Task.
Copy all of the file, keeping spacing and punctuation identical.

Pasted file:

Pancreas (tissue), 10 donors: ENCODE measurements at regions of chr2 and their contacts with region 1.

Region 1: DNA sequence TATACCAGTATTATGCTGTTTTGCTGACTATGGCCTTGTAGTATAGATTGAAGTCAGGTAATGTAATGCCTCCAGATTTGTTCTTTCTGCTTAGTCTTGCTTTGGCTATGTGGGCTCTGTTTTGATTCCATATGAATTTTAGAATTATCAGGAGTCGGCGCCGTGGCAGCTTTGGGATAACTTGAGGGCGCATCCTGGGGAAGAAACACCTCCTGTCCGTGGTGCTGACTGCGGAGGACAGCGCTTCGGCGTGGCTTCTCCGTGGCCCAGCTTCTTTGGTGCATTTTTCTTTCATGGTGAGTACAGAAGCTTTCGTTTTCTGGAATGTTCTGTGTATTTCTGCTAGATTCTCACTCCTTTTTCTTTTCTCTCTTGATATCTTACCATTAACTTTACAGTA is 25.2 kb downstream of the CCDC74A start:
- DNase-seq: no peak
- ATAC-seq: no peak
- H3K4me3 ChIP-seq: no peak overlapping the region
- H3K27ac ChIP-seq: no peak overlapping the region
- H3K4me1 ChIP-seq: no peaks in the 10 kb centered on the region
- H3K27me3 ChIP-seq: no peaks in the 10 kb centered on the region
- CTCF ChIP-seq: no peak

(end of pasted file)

Pancreas (tissue), 10 donors: ENCODE measurements at regions of chr2 and their contacts with region 1.

Region 1: DNA sequence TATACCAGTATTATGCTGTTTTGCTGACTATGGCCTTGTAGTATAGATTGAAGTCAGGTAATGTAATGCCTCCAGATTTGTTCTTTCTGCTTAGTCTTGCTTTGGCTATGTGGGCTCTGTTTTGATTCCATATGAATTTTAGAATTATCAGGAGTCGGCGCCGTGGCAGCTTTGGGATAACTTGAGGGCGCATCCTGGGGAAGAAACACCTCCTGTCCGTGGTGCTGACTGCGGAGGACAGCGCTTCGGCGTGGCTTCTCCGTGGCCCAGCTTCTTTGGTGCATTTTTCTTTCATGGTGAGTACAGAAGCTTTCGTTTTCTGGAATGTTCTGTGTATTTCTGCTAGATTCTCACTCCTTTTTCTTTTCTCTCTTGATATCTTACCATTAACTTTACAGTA is 25.2 kb downstream of the CCDC74A start:
- DNase-seq: no peak
- ATAC-seq: no peak
- H3K4me3 ChIP-seq: no peak overlapping the region
- H3K27ac ChIP-seq: no peak overlapping the region
- H3K4me1 ChIP-seq: no peaks in the 10 kb centered on the region
- H3K27me3 ChIP-seq: no peaks in the 10 kb centered on the region
- CTCF ChIP-seq: no peak